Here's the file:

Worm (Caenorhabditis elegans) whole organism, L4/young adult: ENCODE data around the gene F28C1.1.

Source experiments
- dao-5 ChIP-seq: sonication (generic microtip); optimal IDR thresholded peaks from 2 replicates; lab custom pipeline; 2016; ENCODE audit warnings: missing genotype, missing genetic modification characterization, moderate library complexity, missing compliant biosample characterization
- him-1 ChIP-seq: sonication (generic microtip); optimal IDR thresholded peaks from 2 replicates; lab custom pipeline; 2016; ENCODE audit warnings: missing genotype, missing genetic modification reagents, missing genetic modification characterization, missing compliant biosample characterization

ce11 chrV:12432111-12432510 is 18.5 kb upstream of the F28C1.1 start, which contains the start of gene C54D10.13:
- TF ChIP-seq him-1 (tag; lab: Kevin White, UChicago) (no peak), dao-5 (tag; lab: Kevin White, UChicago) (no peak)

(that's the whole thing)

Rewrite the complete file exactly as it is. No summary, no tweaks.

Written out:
Worm (Caenorhabditis elegans) whole organism, L4/young adult: ENCODE data around the gene F28C1.1.

Source experiments
- dao-5 ChIP-seq: sonication (generic microtip); optimal IDR thresholded peaks from 2 replicates; lab custom pipeline; 2016; ENCODE audit warnings: missing genotype, missing genetic modification characterization, moderate library complexity, missing compliant biosample characterization
- him-1 ChIP-seq: sonication (generic microtip); optimal IDR thresholded peaks from 2 replicates; lab custom pipeline; 2016; ENCODE audit warnings: missing genotype, missing genetic modification reagents, missing genetic modification characterization, missing compliant biosample characterization

ce11 chrV:12432111-12432510 is 18.5 kb upstream of the F28C1.1 start, which contains the start of gene C54D10.13:
- TF ChIP-seq him-1 (tag; lab: Kevin White, UChicago) (no peak), dao-5 (tag; lab: Kevin White, UChicago) (no peak)